Remembrance of Things Lost

By Diane Goodman, "Remembrance of Things Lost," July/August 2014

An emotional childhood sense memory, unlocked by a graham cracker.

I put a small piece of graham cracker on the tip of DJ’s tongue and rubbed her shoulder while it dissolved. Her eyes closed and I closed mine, willing the flavor to spawn wings, to travel back through what was left of her mind and attach itself to something she could remember...

DJ was one of the residents in the memory-care community where I used to work. Everyone who lives there has some sort of dementia. DJ’s was profound yet she still had access to her manners and to some language; when she opened her eyes and saw me, she said, “Thank you, darling” in a soft Southern drawl that contained all the loveliness and charm that has belonged to her for over 90 years. Then she uttered a series of short whispery hoots that made her sound like a happy baby owl, took my hand to her lips and wept.

That happened every day, every time I gave her a graham cracker. Her reaction, one she did not have to any other food, even other sorts of cookies or crackers, convinced me that the unique semisweet amalgam that is a graham cracker—brown sugar, vanilla, a bit of cinnamon, the unquestionable flavor of graham flour—must have unleashed something inside her, some vague sliver from her past.

Science has not yet revealed the full mystery of the human mind, but there is a great deal of evidence supporting the powerful connection between memory and the senses. Multiple MRI studies of the brain have shown that familiar tastes or smells will instantaneously activate the “emotional brain,” the primal area of our brain responsible for memory and feelings. And we see evidence of the bond between tastes and smells and our memories every time a certain flavor or aroma suddenly transports us back to childhood. That bond can be overwhelmingly powerful. Inspired by that same effect, Marcel Proust, after all, wrote volumes.

In DJ, I saw what I hoped was some small version of what happens inside my brain when taste and memory collide. Every time the memory-care center’s cook—a handsome, über-talented guy who was good enough to helm a five-star restaurant—made his marinara, first the smell and then the taste spontaneously returned me to my childhood and this vision: my mother standing at our small stove in her plaid bikini making spaghetti sauce on a hot Sunday afternoon. A young divorcée in the days when I didn’t know any other mothers who were single or had to work, she hardly ever cooked but once in a while, on her day off, she’d take a break from sunbathing and whip up a batch of sauce that we would eat together, in various incarnations, for the next full week. A wooden spoon in one hand, scotch on the rocks in the other, she’d be swaying and singing along to a Robert Goulet record, lost somewhere in her own private reverie, oblivious to the tiny boiling spurts of oily sauce popping out of the pot and landing on her bare arms.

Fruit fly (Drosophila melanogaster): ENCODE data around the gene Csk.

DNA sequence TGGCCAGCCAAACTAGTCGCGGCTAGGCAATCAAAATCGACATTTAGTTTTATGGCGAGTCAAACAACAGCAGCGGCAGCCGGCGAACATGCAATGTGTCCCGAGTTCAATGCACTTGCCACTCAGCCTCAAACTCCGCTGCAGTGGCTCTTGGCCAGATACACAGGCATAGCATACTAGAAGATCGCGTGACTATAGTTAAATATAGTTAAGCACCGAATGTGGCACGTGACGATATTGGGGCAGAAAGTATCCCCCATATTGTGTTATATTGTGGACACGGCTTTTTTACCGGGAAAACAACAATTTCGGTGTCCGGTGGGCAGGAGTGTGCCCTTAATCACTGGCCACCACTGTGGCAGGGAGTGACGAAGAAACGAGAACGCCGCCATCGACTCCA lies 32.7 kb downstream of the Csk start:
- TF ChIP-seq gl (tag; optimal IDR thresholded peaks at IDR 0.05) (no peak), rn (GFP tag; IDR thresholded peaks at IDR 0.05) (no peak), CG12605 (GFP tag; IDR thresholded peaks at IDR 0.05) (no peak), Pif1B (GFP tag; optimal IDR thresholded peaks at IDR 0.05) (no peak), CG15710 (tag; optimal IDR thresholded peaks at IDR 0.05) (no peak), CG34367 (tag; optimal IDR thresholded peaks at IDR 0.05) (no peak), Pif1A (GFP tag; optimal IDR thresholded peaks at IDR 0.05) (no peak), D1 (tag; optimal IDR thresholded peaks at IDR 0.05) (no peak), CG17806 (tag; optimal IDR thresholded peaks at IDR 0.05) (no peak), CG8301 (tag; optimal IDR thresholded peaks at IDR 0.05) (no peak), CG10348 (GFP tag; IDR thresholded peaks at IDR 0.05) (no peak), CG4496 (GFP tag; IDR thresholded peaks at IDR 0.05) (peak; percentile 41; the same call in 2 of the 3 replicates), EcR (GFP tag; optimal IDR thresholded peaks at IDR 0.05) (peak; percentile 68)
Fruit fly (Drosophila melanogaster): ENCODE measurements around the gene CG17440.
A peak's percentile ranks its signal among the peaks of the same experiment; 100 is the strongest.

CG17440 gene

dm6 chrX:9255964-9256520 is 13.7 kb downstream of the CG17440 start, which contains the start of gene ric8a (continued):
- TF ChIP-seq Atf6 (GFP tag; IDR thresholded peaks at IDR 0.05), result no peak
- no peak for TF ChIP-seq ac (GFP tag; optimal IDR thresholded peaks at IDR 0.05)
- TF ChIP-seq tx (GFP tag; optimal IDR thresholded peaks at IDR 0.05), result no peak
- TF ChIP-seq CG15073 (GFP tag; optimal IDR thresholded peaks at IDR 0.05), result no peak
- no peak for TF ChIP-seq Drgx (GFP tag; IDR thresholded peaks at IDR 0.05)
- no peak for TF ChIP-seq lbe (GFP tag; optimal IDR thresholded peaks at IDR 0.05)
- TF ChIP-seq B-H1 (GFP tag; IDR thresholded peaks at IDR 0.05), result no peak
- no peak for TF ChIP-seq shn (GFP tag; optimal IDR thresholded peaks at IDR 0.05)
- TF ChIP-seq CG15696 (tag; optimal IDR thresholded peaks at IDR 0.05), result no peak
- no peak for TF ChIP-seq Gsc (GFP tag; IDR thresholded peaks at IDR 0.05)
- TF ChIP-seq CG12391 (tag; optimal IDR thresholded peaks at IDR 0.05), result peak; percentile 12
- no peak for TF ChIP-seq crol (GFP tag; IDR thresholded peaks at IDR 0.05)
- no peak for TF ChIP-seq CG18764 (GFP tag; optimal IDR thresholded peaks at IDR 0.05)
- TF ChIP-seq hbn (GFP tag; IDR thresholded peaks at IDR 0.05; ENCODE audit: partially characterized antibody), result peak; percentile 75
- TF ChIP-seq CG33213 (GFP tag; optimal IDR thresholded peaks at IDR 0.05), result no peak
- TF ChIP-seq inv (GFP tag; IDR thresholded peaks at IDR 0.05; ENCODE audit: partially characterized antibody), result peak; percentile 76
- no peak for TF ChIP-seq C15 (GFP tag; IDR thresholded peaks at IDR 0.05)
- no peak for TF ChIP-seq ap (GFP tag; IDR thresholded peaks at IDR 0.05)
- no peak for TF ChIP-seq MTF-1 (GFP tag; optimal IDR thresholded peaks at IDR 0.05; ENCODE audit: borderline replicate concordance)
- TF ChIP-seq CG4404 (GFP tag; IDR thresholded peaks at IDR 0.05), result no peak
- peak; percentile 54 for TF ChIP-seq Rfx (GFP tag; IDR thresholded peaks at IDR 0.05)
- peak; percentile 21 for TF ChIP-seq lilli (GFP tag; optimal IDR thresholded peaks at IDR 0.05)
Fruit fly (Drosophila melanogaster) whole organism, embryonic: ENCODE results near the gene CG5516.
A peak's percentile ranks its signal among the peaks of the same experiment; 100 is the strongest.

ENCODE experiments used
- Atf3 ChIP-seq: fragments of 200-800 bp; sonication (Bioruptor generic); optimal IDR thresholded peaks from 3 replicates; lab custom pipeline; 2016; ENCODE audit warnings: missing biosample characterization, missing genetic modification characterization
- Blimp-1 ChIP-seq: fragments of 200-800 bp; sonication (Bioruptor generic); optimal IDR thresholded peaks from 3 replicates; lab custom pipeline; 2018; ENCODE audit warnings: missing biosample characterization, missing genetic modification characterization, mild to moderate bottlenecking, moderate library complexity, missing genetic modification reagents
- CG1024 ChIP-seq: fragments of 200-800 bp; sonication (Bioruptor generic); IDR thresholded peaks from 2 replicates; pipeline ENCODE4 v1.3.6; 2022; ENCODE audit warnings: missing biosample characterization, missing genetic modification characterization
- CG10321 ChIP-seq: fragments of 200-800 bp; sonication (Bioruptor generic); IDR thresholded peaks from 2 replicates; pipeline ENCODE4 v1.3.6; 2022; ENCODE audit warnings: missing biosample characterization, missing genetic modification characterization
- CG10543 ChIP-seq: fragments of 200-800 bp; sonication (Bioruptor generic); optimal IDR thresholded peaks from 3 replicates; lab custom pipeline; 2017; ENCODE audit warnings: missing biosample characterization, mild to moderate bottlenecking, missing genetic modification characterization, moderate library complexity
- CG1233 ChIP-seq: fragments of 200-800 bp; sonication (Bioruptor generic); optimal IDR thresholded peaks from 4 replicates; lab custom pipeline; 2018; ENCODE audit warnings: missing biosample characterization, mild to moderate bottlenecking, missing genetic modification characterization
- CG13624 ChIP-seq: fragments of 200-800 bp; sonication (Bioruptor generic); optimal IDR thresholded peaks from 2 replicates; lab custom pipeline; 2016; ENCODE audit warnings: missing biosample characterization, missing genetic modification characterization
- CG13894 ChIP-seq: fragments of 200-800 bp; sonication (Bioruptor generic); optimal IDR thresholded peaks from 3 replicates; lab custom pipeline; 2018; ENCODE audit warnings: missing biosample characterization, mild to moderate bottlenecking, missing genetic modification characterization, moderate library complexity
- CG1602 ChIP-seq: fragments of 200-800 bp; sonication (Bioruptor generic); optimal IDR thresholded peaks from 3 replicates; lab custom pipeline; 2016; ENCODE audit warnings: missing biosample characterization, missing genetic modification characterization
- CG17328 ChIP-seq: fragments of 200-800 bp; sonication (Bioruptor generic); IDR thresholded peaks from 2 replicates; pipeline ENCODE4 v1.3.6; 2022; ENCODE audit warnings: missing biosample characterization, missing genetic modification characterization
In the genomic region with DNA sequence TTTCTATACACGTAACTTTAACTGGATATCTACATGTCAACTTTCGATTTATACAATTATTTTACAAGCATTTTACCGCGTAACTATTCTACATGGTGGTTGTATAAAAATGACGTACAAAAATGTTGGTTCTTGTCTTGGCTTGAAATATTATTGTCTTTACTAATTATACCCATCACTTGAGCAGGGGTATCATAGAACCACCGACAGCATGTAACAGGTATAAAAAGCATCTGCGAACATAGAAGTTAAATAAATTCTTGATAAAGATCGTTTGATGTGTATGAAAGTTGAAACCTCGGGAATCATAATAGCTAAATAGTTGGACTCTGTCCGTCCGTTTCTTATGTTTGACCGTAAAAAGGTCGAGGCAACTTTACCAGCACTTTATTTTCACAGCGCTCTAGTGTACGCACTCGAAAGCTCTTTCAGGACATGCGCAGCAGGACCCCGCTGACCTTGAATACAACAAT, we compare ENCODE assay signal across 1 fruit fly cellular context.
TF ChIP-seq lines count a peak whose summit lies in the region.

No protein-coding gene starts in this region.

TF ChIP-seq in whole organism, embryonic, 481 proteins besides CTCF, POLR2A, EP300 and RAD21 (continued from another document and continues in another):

Is this recollection accurate or a reconstruction, something I’ve created because I need an image to embody my emotions? I don’t know, but it doesn’t matter because the feelings are real. Every time I remember this, I cry. I don’t necessarily feel sad; it’s more that I am just overcome by these big emotions, and crying is my natural response.

That is why DJ’s weeping never alarmed me: her tears were one of the few remaining ways she had to express her feelings. Who can say for certain whether simple things—like the taste of a graham cracker you loved as a child—can provoke a memory in the mind of a person whose mind seems all but gone? Perhaps no one, at least not yet. But I believe what I saw was some dormant fragment of her past brought back to life through taste, triggering a recollection that for a split second produced the deepest kind of satisfaction. And it made me want to hoot.

Diane Goodman is a writer and a caterer in Phoenix, Arizona. Her most recent collection of short stories is Party Girls.

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